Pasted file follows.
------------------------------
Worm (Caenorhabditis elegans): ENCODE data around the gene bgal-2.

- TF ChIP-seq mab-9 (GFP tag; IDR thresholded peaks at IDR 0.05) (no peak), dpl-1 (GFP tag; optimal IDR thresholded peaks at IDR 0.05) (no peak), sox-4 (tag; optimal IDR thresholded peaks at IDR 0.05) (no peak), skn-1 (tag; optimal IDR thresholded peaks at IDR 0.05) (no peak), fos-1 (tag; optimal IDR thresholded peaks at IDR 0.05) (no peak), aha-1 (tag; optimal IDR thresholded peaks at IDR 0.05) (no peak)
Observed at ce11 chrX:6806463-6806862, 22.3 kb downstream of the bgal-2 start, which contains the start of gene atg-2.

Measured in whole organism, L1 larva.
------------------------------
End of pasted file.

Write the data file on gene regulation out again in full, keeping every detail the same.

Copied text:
Worm (Caenorhabditis elegans): ENCODE data around the gene bgal-2.

- TF ChIP-seq mab-9 (GFP tag; IDR thresholded peaks at IDR 0.05) (no peak), dpl-1 (GFP tag; optimal IDR thresholded peaks at IDR 0.05) (no peak), sox-4 (tag; optimal IDR thresholded peaks at IDR 0.05) (no peak), skn-1 (tag; optimal IDR thresholded peaks at IDR 0.05) (no peak), fos-1 (tag; optimal IDR thresholded peaks at IDR 0.05) (no peak), aha-1 (tag; optimal IDR thresholded peaks at IDR 0.05) (no peak)
Observed at ce11 chrX:6806463-6806862, 22.3 kb downstream of the bgal-2 start, which contains the start of gene atg-2.

Measured in whole organism, L1 larva.